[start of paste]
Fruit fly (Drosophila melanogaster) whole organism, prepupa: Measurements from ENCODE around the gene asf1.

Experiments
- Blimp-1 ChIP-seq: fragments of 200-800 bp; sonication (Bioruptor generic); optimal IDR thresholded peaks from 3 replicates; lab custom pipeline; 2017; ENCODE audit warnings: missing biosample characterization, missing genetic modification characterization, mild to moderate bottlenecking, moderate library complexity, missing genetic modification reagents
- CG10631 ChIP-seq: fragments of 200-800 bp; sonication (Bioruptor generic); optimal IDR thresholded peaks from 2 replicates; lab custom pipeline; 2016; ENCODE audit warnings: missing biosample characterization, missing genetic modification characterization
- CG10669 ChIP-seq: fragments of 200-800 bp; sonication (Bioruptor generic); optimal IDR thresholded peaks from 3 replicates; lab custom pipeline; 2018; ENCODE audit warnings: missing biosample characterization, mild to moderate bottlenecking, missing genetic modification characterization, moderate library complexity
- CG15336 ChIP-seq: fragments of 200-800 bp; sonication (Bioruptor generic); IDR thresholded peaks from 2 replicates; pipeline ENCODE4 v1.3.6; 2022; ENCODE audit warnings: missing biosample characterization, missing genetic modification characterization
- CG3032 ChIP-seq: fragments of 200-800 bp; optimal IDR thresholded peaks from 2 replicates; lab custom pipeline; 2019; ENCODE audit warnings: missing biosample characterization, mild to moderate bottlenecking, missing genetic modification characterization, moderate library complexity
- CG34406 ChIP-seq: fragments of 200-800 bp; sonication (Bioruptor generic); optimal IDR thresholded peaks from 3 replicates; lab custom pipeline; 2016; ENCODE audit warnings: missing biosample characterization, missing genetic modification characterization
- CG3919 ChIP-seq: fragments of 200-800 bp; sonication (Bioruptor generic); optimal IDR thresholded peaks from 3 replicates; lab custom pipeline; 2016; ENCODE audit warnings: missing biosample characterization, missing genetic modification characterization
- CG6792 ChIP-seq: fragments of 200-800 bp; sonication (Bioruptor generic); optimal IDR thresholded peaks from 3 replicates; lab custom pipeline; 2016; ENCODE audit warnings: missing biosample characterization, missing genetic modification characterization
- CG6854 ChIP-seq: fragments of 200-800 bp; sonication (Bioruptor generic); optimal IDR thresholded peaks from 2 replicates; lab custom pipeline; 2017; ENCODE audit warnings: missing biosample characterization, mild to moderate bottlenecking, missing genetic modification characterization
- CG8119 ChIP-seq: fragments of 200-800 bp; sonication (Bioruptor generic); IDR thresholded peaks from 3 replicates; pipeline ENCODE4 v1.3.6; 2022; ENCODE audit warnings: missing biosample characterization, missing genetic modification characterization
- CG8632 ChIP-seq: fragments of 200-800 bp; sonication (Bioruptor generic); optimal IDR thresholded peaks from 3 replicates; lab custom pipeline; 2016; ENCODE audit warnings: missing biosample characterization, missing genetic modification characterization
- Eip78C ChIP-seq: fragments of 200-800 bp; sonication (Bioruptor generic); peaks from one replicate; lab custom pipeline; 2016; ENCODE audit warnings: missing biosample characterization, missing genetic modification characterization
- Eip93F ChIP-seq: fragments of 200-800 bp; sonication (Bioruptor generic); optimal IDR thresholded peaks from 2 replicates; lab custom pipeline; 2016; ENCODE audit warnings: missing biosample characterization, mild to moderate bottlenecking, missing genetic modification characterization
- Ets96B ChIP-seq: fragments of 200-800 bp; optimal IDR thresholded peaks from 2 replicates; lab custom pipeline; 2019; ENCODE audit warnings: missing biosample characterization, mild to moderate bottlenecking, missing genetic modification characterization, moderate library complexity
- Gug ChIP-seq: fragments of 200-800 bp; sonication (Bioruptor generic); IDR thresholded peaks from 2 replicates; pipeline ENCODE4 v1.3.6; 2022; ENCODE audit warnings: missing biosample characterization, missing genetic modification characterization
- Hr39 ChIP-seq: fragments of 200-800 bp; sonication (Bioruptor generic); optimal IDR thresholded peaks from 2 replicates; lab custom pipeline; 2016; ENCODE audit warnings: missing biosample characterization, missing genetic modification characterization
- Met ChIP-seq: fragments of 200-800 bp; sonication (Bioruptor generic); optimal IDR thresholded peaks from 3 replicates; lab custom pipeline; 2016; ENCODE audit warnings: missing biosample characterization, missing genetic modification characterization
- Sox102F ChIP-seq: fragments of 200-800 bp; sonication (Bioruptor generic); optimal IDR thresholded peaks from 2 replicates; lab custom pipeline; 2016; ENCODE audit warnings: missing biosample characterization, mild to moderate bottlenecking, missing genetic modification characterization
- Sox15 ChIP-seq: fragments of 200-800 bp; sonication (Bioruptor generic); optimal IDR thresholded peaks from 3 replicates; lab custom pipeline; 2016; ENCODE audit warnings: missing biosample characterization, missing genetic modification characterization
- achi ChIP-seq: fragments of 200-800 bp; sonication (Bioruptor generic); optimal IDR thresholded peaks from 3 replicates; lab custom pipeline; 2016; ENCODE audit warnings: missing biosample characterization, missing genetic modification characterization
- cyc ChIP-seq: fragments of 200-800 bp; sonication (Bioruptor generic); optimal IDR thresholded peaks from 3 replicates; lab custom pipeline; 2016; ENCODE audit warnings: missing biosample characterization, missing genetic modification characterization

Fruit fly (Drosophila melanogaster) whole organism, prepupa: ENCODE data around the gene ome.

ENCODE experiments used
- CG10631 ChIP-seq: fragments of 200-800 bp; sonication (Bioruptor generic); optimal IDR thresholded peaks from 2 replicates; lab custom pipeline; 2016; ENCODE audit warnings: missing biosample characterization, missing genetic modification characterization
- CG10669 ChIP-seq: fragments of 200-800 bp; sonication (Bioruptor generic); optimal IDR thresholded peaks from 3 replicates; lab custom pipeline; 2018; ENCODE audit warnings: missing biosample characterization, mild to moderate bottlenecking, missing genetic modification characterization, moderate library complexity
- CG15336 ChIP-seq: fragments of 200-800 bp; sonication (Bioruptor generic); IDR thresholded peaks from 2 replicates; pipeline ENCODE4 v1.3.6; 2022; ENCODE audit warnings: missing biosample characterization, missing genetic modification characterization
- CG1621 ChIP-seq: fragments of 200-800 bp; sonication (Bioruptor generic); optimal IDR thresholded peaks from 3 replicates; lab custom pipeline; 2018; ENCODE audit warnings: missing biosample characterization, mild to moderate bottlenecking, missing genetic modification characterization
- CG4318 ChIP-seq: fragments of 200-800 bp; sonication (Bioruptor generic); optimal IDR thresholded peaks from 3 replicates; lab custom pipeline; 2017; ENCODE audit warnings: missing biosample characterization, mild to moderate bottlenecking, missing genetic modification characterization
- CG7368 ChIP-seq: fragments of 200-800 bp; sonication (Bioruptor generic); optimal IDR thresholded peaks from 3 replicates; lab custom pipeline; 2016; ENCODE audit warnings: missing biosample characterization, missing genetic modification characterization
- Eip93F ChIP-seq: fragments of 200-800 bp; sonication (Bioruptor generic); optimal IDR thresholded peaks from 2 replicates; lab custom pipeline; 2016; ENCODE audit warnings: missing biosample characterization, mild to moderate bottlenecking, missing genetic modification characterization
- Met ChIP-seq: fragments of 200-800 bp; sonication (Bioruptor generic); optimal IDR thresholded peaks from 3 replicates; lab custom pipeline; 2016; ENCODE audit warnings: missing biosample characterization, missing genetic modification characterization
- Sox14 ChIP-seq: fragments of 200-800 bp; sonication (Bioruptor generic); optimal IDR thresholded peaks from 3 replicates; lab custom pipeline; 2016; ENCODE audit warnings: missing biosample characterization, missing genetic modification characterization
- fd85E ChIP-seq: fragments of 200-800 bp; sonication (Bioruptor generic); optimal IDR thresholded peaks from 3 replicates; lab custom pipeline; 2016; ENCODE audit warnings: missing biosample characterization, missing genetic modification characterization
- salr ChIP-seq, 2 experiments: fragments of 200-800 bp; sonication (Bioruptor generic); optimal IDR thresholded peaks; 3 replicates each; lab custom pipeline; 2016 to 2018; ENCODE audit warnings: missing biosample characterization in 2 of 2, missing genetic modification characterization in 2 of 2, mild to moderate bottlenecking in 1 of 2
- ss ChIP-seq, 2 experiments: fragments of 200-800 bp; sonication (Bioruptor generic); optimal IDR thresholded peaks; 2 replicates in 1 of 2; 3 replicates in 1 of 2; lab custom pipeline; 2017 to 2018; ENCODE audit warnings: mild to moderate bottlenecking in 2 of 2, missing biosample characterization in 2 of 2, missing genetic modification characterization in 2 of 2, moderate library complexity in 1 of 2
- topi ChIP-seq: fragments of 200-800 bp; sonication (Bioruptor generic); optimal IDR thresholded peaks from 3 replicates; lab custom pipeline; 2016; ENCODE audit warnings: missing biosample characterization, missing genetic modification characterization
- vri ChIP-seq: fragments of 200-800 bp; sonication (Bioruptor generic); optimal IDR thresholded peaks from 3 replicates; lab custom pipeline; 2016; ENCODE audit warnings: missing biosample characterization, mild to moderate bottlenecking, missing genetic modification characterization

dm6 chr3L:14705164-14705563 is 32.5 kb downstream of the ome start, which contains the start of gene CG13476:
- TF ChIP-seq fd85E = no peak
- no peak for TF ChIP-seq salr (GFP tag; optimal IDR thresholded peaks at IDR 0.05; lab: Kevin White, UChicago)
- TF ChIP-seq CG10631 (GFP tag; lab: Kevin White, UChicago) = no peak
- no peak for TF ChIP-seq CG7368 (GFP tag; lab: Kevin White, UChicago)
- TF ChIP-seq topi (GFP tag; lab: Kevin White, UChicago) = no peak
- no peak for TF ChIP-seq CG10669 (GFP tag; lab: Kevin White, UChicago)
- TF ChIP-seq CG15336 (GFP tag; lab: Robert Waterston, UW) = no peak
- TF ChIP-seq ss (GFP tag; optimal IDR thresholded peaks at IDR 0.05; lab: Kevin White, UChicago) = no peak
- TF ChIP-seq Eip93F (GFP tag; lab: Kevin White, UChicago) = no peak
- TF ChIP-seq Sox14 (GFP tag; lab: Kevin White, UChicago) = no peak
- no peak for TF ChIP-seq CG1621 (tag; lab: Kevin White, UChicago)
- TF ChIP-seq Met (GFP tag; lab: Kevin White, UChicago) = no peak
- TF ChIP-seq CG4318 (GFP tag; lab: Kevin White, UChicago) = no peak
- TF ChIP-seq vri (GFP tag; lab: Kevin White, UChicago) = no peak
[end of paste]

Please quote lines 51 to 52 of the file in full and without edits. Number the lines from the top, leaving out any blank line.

- no peak for TF ChIP-seq CG1621 (tag; lab: Kevin White, UChicago)
- TF ChIP-seq Met (GFP tag; lab: Kevin White, UChicago) = no peak